The 46th annual running of the Imogene Pass two weeks ago included 30 men and women from Montrose. Along with the other 1,619 who had signed up for it, they all had to train to be running and power hiking non-stop at altitude for several hours.
As with most years for this event, twenty one percent of the registered and paid participants did not show up at the starting line, due to training issues, injuries, or other elements.
While this year’s event had a warm temperature at the starting line in Ouray, rain began to fall ten minutes before the starter’s gun was fired. Luckily, it quit for most of the rest of the morning. While we cannot control the weather, we can control how we use our bodies to perform our best in the challenging breathing conditions at high altitude.
Imogene Pass is over 13,000 feet elevation above sea level. The mining road on the final mile up to the pass is over 20 percent gradient. When one foot is put in front of another on such a climb in the thin air, a few percent greater efficiency in breathing can make a big difference.
To make the most of your lung capacity in such a setting, hold your head and neck at level or higher. This can enable you to more rapidly move the fresh air in and the old air out.
Our magnificently designed cardiovascular systems work best when the spinal column and ribs create full expansion of the chest during each breath. Especially during such a steep climb, we must correct for the tendency to let our shoulders roll forward. Purposefully roll them back, as would an actor who strides onto a stage.
No matter how slow a runner we might be, we are not turtles. So we must not let the head project forward on the neck. Otherwise, the upper back and neck can develop spasm and chronic pain, much as happens when looking down too long at a phone screen in one’s hands.
Some forward trunk lean is appropriate on the uphills, and on a rocky mining road we must visually scan for stable foot placement. The challenge here is to keep our gaze and our carriage ahead but not far forward.
Over the years, many elderly patients have told me that, if they could turn back time, they would stand taller as a young adult, use their full height, and maximize their efforts at good posture. It is easier to develop this habit in our youth, they say, and they are so right.
From the spine outward
Many a runner who completes such an event reports being surprised by how much muscle soreness they experience in their chest muscles and biceps the next day, rather than just in the leg muscles. For our legs to propel us forward and upward, the upper limbs must provide equal and opposite force. Each arm swings to counter the torque on the trunk and abdominal muscles.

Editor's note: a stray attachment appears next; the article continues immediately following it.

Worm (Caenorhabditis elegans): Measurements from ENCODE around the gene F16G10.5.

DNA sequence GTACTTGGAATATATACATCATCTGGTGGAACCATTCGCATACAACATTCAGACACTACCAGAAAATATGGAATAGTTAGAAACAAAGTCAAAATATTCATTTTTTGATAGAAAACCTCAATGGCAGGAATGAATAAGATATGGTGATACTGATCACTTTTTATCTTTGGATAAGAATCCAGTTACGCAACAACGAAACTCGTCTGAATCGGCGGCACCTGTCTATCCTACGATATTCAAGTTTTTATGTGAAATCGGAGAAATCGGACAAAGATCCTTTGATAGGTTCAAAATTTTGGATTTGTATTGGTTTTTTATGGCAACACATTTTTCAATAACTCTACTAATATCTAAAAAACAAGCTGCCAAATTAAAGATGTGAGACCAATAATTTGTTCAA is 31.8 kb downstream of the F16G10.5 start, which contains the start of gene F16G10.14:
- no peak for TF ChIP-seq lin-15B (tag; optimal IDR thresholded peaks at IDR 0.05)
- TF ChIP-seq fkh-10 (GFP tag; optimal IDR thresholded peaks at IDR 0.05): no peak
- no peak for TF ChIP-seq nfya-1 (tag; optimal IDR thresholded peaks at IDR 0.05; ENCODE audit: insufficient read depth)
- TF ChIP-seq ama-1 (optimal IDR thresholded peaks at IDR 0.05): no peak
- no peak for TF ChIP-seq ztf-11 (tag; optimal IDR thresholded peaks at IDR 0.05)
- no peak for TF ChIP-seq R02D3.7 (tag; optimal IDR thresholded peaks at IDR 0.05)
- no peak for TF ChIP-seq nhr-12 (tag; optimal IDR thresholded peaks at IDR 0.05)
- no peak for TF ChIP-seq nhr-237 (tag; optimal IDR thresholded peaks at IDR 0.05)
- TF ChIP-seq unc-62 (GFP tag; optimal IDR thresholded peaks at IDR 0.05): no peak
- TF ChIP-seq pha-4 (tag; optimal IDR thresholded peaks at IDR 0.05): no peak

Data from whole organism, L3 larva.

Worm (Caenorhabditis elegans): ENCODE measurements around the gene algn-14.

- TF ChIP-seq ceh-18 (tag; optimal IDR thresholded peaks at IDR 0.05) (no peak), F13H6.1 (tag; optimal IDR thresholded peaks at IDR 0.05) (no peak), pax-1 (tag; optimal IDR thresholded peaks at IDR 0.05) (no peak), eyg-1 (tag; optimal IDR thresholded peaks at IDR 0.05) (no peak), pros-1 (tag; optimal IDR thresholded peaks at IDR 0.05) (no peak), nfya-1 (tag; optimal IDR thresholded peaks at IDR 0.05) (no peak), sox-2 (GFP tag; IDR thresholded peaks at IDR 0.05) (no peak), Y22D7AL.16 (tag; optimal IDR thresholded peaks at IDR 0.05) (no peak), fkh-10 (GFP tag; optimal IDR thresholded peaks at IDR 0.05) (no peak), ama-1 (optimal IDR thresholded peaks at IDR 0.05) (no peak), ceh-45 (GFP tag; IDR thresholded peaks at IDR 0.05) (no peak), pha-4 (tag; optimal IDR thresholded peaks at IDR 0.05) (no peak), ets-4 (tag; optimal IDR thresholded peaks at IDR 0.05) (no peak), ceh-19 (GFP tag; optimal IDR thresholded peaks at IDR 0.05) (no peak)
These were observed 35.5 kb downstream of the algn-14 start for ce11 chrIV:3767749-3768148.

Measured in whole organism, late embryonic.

How about the lower limbs? Whether during the short stride going uphill or the longer stride downhill, we want to minimize the shock being transmitted up through our lower back’s discs.
Even the hips and knees are grateful when the shock of each footfall is properly dampened by the arch in the foot. A smooth transfer of ground-impact forces from arch to ankle to calf to thigh muscles occurs when each joint is moving to full range and with proper timing of its firing.
Open the chest muscles
Two simple and effective stretches we can use at home will counteract both the cyclist’s tendency to forward rolled shoulders, as well as that of the fatigued runner.
The Skydiver Stretch (also called the Door-frame Stretch), is done by standing in an open door-frame. Rest your forearms on the frame, allow yourself to lean in to it, and just hang there. The chest muscles and also the underside muscles of the shoulder blades will benefit and will thank you for it.
The second stretch has a similar effect. Sit on a large exercise ball, keeping both feet flat on the floor. Walk your feet away from the ball until your upper back is resting on it. Gently glide from side to side while your arms hang away from the body, allowing the chest muscles to ease open.
Of the 581 women and 666 men who finished this year’s Imogene Pass Run, many are likely to return again next year, more experienced at knowing what to expect.
Using the above techniques, you may find that your next run or ride feels a bit more coordinated and less tense, even at altitude. As in a fine race car, the systems making up our structural framework are quite interdependent.
Soon it will be time for steep trails in thin air amongst the reds and golds of autumn, before we trade our shoes for skis.
John T. Unger is a Diplomate of the American Chiropractic Board of Sports Physicians, with over twenty-five years of practice in Montrose. He is grateful for the high altitude trails at the headwaters of the Uncompahgre River. Ideas for future columns are welcomed at sportsdocunger.com.